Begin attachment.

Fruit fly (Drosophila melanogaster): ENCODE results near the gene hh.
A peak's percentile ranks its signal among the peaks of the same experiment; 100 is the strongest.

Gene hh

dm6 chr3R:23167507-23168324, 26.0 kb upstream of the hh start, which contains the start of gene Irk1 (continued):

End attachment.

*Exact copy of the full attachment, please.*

Fruit fly (Drosophila melanogaster): ENCODE results near the gene hh.
A peak's percentile ranks its signal among the peaks of the same experiment; 100 is the strongest.

Gene hh

dm6 chr3R:23167507-23168324, 26.0 kb upstream of the hh start, which contains the start of gene Irk1 (continued):